BRONX BOROUGH PRESIDENT DIAZ: NEW YORK’S LOTTERY SYSTEM TARGETS POOR MINORITIES AND MUST BE REFORMED

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[New York News\Lottery]
Bronx Borough President Ruben Diaz Jr.: “Low-income communities generate much of the lottery’s revenue but they don’t receive benefits proportionate to their patronage of the system. That money should be spent to support low-income students with specific programs in schools that are aimed at the alleviation of poverty in both the short and long terms.”
Photo: Bronx Borough President's Office

Bronx Borough President Ruben Diaz Jr. has issued a new report outlining a set of recommendations aimed at reforming the New York State Lottery to minimize its adverse effects on low-income communities.

The report, titled “Re-Orienting the Lottery: A Better Lotto for the Poor,” provides four recommendations that aim to prevent the lottery from further disadvantaging the poor and to instead help these communities see the most benefit from the state’s lottery system.

“The lottery has grown exponentially since its establishment and the state regulations overseeing that sector must be adapted to how it exists today. We can’t turn a blind eye to state lotteries targeting low-income and minority communities, and the systems should be changed to help limit the harm that vulnerable people experience because of them,” said Bronx Borough President Ruben Diaz Jr.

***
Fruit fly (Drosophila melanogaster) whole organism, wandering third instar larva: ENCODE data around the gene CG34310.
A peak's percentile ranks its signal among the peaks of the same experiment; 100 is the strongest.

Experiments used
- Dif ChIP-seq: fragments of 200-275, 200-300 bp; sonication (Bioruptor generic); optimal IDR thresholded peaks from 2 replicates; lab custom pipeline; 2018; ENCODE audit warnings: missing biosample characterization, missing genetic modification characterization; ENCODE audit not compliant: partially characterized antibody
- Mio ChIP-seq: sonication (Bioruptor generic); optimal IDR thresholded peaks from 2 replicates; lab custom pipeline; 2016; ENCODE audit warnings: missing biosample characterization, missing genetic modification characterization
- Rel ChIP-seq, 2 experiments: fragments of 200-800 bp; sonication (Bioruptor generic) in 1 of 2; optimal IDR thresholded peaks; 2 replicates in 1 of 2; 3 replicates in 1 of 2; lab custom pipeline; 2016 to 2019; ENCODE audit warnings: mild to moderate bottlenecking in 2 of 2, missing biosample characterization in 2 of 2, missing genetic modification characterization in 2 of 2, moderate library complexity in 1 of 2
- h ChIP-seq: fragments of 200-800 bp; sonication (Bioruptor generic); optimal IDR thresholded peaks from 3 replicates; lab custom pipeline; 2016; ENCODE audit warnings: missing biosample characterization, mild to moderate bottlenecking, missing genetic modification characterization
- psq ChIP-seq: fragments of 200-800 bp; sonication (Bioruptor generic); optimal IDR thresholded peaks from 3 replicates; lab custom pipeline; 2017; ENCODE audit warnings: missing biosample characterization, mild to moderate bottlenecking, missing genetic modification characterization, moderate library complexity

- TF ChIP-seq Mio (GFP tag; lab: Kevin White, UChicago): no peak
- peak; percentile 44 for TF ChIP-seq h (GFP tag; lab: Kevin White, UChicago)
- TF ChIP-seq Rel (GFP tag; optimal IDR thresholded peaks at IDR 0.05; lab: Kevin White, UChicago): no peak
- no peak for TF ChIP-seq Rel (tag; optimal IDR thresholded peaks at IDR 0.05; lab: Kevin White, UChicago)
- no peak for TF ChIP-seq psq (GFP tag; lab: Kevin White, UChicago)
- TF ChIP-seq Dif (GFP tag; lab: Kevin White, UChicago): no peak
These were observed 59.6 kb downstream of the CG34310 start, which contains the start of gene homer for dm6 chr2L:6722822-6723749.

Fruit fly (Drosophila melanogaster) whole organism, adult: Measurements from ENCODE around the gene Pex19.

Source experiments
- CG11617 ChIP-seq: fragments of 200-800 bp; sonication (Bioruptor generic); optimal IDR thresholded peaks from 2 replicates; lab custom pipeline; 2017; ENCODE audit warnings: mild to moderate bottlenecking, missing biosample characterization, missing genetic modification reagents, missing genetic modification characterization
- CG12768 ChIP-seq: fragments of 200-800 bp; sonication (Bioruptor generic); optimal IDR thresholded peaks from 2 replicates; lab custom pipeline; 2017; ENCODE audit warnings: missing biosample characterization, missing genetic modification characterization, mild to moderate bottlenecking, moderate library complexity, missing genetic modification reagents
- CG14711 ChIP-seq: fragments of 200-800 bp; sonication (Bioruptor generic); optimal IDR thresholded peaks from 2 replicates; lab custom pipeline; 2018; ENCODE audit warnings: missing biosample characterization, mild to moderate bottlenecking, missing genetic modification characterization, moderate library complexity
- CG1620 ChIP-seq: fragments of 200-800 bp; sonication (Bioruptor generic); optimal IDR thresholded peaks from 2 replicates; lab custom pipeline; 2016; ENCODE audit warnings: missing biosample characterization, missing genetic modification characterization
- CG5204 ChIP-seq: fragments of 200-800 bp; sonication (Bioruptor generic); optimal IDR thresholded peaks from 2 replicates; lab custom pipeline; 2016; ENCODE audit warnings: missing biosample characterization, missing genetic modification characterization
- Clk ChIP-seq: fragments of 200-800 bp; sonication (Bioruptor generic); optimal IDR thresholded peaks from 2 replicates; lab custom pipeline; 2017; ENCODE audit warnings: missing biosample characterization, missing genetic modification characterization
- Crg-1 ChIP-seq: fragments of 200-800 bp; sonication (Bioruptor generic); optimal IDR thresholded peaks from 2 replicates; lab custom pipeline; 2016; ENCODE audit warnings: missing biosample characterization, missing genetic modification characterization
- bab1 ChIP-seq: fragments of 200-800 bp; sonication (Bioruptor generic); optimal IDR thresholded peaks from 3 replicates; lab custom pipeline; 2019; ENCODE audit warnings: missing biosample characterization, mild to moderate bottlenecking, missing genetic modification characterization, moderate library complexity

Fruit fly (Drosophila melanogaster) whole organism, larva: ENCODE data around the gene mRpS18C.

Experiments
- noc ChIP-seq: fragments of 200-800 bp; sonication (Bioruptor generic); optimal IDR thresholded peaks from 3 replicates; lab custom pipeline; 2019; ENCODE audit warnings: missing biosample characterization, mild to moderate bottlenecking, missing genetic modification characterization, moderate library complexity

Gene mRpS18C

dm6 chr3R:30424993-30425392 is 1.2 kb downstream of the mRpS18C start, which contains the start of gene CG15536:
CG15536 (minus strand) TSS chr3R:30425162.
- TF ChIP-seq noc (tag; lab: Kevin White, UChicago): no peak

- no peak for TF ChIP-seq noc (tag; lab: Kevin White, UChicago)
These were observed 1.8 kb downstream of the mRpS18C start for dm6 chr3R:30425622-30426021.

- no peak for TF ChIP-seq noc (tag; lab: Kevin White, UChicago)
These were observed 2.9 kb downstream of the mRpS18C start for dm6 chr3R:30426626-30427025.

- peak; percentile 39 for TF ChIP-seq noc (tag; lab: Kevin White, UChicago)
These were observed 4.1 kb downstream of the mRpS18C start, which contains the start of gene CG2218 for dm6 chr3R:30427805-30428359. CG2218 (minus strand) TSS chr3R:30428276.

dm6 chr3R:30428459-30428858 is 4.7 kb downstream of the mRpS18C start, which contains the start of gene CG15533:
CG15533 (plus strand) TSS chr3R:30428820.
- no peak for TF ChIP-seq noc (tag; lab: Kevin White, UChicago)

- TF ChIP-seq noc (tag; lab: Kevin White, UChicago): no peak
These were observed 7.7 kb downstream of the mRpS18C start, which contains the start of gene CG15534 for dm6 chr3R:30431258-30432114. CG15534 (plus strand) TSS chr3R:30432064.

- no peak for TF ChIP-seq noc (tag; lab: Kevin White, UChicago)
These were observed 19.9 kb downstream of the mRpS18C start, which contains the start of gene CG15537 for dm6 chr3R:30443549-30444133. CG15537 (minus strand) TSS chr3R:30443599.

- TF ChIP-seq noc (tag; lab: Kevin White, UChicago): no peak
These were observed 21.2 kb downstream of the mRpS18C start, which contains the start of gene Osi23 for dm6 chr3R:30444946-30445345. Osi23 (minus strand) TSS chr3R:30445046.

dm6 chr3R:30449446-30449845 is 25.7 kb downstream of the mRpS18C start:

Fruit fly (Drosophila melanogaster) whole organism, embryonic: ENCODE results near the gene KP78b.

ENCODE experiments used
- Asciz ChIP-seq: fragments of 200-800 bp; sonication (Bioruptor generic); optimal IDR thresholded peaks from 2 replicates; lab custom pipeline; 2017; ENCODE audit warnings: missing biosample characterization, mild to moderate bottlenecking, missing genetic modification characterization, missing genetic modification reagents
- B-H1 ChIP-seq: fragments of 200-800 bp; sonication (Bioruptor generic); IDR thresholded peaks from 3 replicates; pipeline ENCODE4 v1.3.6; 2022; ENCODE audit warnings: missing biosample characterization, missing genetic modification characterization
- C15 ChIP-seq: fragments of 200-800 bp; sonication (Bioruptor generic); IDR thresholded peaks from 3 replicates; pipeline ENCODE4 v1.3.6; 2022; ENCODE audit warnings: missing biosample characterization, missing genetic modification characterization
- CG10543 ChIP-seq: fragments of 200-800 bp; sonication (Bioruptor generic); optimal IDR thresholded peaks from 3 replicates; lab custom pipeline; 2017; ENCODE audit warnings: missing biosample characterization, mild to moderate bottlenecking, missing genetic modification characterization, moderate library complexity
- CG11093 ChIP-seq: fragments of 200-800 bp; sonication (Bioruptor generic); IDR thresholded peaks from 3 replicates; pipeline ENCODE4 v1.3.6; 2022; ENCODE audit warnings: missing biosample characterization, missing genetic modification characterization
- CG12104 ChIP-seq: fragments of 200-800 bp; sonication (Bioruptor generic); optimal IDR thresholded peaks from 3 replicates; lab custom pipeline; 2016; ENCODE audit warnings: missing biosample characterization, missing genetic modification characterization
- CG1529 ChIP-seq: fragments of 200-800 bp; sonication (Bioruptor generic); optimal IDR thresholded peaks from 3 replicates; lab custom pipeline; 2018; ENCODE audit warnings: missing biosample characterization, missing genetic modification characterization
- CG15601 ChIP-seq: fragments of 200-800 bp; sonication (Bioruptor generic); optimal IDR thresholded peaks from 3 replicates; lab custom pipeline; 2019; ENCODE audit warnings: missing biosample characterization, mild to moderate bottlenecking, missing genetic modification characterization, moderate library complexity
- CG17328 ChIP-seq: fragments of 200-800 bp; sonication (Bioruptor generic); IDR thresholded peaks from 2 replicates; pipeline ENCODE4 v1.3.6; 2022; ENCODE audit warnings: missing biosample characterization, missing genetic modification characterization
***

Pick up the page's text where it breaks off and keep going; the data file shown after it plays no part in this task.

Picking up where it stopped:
The full report can be read at https://on.nyc.gov/330OJF5.

Recommendations discussed in the report include changing the allocation of lottery funds to further support students living in or near poverty, banning check cashers from selling lottery games, requiring the state to collect information about check cashers’ sales of lottery games and educating the public about the benefits of engaging with the traditional banking system.

Nationally, lower-income individuals are more likely to play the lottery than higher-income individuals, with some statistics finding that 28 percent of individuals earning under $30,000 per year play the lottery at least weekly as compared with 18 percent of those earning over $75,000. Additionally, low-income individuals spend a disproportionate proportion of their incomes on the lottery.

“Low-income communities generate much of the lottery’s revenue but they don’t receive benefits proportionate to their patronage of the system,” said Bronx Borough President Ruben Diaz Jr. “That money should be spent to support low-income students with specific programs in schools that are aimed at the alleviation of poverty in both the short and long terms.”

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